How often have men, confronted by partners for a failure to meet the simplest of interpersonal expectations, thrown their hands up and been like, “You’re right, I suck, I’m garbage, bye.” It’s easier to act like a victim of their personality and vanish than to correct course or, god forbid, accept some help. Inward criticism is a kind of armor; it preempts outside analysis with a haughty question: “You think I don’t realize that?”
So it is for the Weeknd. By now, we know that the Weeknd is caught up in casual sex, in consumption, in the thrill that comes from an altered state of mind. No matter how beautifully he can compose a song on the subject, he will eventually hit the point of diminishing returns. My Dear Melancholy feels exactly like him arriving at this point. Up to a point, the persona Tesfaye inhabits as the Weeknd can feel not like someone who treats women as casual conquests, but rather as unwitting participants in an addictive and ultimately destructive lifestyle. But after so many albums, the character central to the Weeknd’s music becomes solely culpable for his (self-)destructive habits. At some point, beauty gives way to madness.
Should any other music quickly follow My Dear Melancholy it will have a lot of heavy lifting to do. If this truly is a part of a whole, it’s hard to imagine what about-face any new music could pull to make this EP seem like anything other than a retread of Trilogy. Those mixtapes still hold up, but Tesfaye kids himself if he thinks that they can be so simply revisited after all that he’s achieved on the Billboard charts. “Can’t Feel My Face” made the Weeknd a pop star, and from that, there’s no coming back.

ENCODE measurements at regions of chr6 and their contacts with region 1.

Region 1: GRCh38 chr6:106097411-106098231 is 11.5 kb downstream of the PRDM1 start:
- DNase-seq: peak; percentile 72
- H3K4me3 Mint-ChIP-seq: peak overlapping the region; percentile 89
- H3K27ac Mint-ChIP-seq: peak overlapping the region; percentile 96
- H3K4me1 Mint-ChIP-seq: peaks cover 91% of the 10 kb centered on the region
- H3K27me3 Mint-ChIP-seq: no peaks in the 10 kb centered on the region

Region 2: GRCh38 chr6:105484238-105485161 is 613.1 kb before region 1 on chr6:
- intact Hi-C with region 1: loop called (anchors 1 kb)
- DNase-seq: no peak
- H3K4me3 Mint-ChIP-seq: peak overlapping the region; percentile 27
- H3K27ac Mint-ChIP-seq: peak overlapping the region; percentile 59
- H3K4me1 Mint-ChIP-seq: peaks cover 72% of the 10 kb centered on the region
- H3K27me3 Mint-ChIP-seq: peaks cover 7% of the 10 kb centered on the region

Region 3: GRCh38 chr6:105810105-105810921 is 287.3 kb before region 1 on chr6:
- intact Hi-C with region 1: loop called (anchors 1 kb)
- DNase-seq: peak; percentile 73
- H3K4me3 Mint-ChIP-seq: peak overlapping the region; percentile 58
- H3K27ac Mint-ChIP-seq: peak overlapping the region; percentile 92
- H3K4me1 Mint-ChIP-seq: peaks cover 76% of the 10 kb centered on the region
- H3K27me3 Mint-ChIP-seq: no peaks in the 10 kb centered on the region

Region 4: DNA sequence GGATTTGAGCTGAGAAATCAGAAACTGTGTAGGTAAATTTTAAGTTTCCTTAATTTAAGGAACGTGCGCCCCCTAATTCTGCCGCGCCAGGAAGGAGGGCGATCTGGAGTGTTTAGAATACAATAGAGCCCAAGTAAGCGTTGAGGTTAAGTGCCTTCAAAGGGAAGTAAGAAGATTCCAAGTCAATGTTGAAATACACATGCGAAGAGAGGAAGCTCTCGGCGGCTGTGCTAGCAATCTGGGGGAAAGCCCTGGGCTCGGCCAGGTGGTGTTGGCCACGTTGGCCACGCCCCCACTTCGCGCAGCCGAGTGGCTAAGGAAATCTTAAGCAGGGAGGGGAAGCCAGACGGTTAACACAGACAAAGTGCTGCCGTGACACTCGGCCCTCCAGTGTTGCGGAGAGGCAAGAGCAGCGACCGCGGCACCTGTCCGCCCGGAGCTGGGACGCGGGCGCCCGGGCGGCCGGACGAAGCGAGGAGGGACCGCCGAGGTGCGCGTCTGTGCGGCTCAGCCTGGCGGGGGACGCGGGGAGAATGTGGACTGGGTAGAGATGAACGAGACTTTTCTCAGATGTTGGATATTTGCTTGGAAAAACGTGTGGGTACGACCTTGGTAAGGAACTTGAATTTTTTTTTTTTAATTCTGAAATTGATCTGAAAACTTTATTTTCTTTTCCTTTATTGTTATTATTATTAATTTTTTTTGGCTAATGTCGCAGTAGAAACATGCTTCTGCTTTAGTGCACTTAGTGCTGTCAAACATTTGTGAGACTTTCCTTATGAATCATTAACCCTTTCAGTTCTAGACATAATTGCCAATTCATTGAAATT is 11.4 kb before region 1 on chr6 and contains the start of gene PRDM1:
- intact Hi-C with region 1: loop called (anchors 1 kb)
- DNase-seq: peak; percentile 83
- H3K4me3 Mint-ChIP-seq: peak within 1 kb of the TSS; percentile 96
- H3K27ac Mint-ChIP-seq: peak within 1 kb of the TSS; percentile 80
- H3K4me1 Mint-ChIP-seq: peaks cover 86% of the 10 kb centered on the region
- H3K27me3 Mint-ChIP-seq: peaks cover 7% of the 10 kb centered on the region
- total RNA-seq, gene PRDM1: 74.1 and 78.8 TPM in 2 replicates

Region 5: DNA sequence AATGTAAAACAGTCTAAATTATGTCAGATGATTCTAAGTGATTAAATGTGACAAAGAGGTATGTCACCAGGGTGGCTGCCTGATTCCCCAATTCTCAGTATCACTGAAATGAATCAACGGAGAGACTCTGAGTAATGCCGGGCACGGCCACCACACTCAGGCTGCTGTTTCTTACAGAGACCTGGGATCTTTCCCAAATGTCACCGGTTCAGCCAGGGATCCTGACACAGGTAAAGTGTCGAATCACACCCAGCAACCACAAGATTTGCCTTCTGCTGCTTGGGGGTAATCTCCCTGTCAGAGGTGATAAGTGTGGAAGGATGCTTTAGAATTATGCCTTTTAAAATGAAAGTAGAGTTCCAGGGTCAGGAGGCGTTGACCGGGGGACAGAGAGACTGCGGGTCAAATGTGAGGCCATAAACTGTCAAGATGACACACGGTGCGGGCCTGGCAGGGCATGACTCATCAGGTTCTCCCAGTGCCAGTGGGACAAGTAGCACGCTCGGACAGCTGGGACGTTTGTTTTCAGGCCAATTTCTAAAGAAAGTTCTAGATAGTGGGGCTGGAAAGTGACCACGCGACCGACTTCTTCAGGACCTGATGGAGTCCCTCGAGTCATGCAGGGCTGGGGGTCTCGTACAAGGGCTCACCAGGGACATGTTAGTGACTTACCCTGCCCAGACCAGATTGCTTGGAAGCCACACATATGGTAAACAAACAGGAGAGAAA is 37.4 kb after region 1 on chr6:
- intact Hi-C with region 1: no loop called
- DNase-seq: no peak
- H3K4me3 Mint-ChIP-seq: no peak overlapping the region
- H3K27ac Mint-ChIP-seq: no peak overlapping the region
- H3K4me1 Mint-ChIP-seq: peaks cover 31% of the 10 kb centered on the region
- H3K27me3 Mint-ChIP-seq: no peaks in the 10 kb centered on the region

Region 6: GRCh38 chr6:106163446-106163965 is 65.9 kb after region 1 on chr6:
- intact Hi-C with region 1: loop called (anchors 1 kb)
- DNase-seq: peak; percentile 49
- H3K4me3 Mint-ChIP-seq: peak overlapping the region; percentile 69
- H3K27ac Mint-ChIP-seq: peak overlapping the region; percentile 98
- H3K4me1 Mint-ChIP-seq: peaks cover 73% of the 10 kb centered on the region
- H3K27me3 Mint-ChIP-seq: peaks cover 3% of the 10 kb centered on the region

C.S. Lewis once wrote, “Progress means getting nearer to the place you want to be. And if you have taken a wrong turning, then to go forward does not get you any nearer. If you are on the wrong road, progress means doing an about-turn and walking back to the right road.” Going pop wasn’t a wrong turn for Tesfaye, but those yearning for the days of Trilogy are right to suggest that Starboy and its ilk aren’t worth repeating. Thinking that the old magic can be captured, however, is equally a foolish supposition. We already know that melancholy is dear to the Weeknd; his sound would be nothing without it. For now, My Dear Melancholy exposes two problematic paths for the Weeknd’s music, and it is anyone’s guess where he will go next.